Publisher/Date: Riverhead Books, Feb. 2000
Genre: Coming of Age
Shay Youngblood’s SOUL KISS is one of those books that has a mysterious air about it. You can lose yourself in its beauty, its lyricism and its poetry. Soul Kiss is also a journey through loneliness, pain and ultimately, love.
Mariah Santos grew up as the love of her mother’s life. She gave Mariah everything she needed – plenty of hugs, kisses and words. She would tell her daughter about travels taken, her dreams, and about her father, a man Mariah’s never met.
When Mariah’s mother becomes depressed, she decides to leave her seven-year-old daughter with two aunts in Georgia, promising to return soon. Mariah yearns for her mother, her best friend, to reappear. She doesn’t, and the girl is left in the care of Aunt Merleen and Aunt Faith, two elderly spinsters set in their ways.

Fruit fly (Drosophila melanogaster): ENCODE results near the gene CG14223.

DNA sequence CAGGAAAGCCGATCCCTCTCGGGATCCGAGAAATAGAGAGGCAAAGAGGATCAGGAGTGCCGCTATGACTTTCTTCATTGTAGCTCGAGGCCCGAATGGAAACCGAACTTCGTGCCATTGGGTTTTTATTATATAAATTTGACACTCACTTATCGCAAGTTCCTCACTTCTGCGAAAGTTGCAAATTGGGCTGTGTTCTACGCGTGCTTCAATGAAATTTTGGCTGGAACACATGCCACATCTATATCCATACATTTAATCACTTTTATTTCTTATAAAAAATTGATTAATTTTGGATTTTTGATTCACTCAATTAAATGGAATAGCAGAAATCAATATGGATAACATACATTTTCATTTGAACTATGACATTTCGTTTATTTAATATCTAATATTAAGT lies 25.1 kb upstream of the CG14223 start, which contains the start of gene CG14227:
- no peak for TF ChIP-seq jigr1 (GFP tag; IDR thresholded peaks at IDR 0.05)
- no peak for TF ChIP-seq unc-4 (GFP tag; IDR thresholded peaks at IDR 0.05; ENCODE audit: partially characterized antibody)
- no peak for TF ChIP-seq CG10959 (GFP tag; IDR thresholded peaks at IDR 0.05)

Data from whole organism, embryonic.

With these two women, Mariah lives a quiet life, full of gardening, cooking, and looking after the health of her aunts. Mariah also falls in love with the cello given to her by Faith. It becomes her new best friend, its sound soothing the wounds of losing her mother.
After several years of waiting for her mother, Mariah gives up hope and begins rebelling against her aunts. They send her to Los Angeles live with her father, a virtual stranger. Mariah is sublimely happy being with Matisse, a painter. She’s only known about him through her mother’s vivid tales of how the couple met, but that good feeling soon leaves. Matisse is never home and even more distant when he is. When one of her aunts passes away, Mariah returns home to Georgia – and it finally feels like home.
Youngblood’s Soul Kiss is a story of pain is a masterpiece. It boasts lesbian undertones, as Mariah has strong bonds with female peers and shares her first kiss with a girl. Mariah’s touching journey through her childhood, losing her mother and discovering her father, is drawn perfectly through Youngblood’s words, and you really connect to Mariah’s ache. It grabs hold of your heart, and never lets go till its very end.
Reviewed December 2005